\int_0^{\infty} \frac{t^{a-1}}{t+1} dt = \frac{\pi}{\sin (\pi a)}
    Let \mu = \tfrac{t}{t+1} to get,
    \int_0^{\infty} \mu ^{a-1}(1-\mu)^{-a} d\mu = \bold{B}(a,1-a) = \Gamma (a) \Gamma (1-a) = \frac{\pi}{\sin (\pi a)} \text{ for }0 < a < 1
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  3. #3
    Moo
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    Hello,

    \int_0^{\infty} \frac{t^{-\alpha}}{1+t} ~ dt=\int_0^{\infty} \frac{1}{t^\alpha (1+t)} ~ dt


    Lemma : (actually, I only know the French naming of this...)

    2i \pi \sum_{w \in \mathbb{C} \backslash \mathbb{R}_+} \text{Res}_w \left(\frac{R(z)}{z^\alpha}\right)=\left(1-e^{-2i \pi \alpha}\right) \int_0^\infty \frac{R(x)}{x^\alpha} ~ dx
    where R is a rational fraction without poles on the real axis x \geq 0 and R(x) \stackrel{|x|\to \infty}{\sim} \frac{1}{x^n},~ n \geq 1. 0<\alpha<1

    ~~~~~~~~~~~~~~~~~~~~~~~~~~~~~~
    This can be proved by considering the contour integral :
    \oint \frac{R(z)}{z^\alpha} ~ dz over this contour :

    Complex Analysis-residu.jpg

    as e \to 0,~ h \to 0,~ R \to \infty
    Let f(z)=\frac{R(z)}{z^\alpha}=\frac{R(z)}{e^{\alpha \log(z)}}



    \bullet \quad When t goes to infinity, |f(t)| \leq \frac{c}{|z|^{1-\alpha}}. Then \left|\int_\Gamma f(z) ~ dz\right| \leq \frac{c}{R^{1+\alpha}} \times R=\frac{c}{R^\alpha} \stackrel{R \to \infty}{\longrightarrow} 0

    \bullet \quad |R(z)| \leq \frac{c}{|z|^\alpha}. When z is near from 0, we thus have \left|\int_\gamma f(z) ~ dz \right| \leq c' \epsilon^{1-\alpha} \stackrel{\epsilon \to 0}{\longrightarrow} 0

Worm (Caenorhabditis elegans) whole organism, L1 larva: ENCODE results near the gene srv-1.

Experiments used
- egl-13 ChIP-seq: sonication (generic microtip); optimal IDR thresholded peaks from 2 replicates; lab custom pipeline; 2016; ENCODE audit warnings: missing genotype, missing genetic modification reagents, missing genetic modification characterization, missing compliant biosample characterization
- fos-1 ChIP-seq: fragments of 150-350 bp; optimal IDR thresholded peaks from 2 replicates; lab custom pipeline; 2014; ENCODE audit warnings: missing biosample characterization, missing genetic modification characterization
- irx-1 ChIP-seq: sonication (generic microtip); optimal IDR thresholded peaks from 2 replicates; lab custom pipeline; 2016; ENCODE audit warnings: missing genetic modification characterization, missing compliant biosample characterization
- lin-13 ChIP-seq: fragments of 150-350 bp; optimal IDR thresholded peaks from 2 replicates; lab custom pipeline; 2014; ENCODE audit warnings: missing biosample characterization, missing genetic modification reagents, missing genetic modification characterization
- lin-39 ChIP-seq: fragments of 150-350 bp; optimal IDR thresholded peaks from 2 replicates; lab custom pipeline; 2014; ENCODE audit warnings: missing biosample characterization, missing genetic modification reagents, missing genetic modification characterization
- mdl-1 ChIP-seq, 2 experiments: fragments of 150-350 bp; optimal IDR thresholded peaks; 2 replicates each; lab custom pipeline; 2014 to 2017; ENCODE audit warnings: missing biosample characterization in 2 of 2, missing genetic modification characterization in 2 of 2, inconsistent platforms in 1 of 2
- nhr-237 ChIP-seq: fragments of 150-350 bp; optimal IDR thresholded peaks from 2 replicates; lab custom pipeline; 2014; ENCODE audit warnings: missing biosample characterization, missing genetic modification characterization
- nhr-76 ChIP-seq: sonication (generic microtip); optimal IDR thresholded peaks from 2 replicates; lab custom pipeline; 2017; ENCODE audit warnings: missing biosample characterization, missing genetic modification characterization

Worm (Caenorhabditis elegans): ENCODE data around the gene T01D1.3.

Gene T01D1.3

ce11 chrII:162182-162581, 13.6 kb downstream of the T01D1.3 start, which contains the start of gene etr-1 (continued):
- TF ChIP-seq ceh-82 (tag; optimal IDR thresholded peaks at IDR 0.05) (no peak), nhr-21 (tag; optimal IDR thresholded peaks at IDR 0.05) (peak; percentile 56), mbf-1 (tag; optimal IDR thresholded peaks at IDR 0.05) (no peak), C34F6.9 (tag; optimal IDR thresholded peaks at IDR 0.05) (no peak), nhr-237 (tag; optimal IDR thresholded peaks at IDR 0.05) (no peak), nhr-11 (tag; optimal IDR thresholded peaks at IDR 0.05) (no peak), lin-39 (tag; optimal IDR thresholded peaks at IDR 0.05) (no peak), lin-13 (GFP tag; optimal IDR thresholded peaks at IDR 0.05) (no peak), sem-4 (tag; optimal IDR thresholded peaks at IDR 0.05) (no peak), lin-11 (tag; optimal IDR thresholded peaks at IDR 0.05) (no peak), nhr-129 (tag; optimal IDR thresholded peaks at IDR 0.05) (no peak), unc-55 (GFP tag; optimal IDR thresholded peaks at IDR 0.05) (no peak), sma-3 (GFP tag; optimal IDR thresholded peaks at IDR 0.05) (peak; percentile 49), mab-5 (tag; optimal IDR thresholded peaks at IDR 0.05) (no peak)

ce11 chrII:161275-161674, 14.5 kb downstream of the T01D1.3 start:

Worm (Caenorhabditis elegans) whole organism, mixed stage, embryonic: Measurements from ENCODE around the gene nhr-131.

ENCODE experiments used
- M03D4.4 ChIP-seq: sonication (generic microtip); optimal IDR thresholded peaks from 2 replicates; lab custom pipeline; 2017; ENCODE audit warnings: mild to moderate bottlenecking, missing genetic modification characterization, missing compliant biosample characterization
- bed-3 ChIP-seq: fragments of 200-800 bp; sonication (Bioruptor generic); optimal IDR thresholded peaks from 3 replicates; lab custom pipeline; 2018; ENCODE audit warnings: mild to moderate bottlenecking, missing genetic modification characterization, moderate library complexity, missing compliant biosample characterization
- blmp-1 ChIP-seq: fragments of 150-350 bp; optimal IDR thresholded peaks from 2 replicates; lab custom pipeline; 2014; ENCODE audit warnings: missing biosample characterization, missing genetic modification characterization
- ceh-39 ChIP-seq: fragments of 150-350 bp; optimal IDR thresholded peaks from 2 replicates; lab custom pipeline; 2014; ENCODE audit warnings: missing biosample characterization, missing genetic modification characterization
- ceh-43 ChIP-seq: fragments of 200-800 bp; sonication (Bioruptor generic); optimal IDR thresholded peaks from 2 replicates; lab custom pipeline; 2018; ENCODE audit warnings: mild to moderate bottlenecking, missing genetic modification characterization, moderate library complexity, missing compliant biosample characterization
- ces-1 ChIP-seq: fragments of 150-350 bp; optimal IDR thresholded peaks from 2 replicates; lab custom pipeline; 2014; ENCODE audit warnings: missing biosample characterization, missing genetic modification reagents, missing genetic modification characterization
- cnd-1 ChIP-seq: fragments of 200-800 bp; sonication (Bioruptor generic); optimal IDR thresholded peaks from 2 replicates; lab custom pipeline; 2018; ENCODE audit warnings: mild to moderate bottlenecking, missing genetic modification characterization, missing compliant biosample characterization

\bullet \quad \int_{\Gamma_1} f(z) ~ dz \to \int_0^{\infty} \frac{R(x)}{x^\alpha} ~ dx=I

    \bullet \quad \int_{\Gamma_2} f(z) ~ dz \to \int_0^{\infty} \frac{R(x)e^{-2i \pi \alpha}}{x^\alpha} ~ dx=e^{-2i \pi \alpha} I
    The 2i \pi \alpha comes from the fact that :
    z \to x,~ \Im z>0,~ \log z \to \ln(x) \implies z^\alpha \to x^\alpha
    But z \to x, ~ \Im z<0,~ \log z \to \ln(x)+2i \pi \implies z^\alpha \to e^{2i \pi \alpha} x^\alpha



    Hence, by the residue theorem, we have :
    I-e^{-2i \pi \alpha} I=\int_{\Gamma \cup \gamma \cup \Gamma_1 \cup \Gamma_2} f(z) ~ dz=2i \pi \sum_{w \in \mathbb{C} \backslash \mathbb{R}_+} \text{Res}_w \left(\frac{R(z)}{z^\alpha}\right)
    \blacksquare

    ~~~~~~~~~~~~~~~~~~~~~~~~~~~~~~

    There is only one pole over \mathbb{C} \backslash \mathbb{R}_+ : t=-1
    \text{Res}_{-1} ~ \frac{1}{t^\alpha(1+t)}=\frac{1}{(-1)^\alpha}

    We have \log(-1)=i \pi
    Hence (-1)^\alpha=e^{i \pi \alpha}

    By the above lemma, we get :
    2i \pi \cdot e^{-i \pi \alpha}=(1-e^{-2 i \pi \alpha}) I

    Hence :
    \frac{I}{\pi}=\frac{2i}{e^{i \pi \alpha}-e^{-i \pi \alpha}}=\frac{1}{\sin(\pi \alpha)}


    \boxed{I=\frac{\pi}{\sin(\pi \alpha)}}




    Okay, there may be mistakes and I'm sure there are unclear things, but one can just remember the formula of the lemma. Sorry for the very long message
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  4. #4
    Moo
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    If you're interested, I found completely by chance a wikipedia version of what I did : Mellin transform - Wikipedia, the free encyclopedia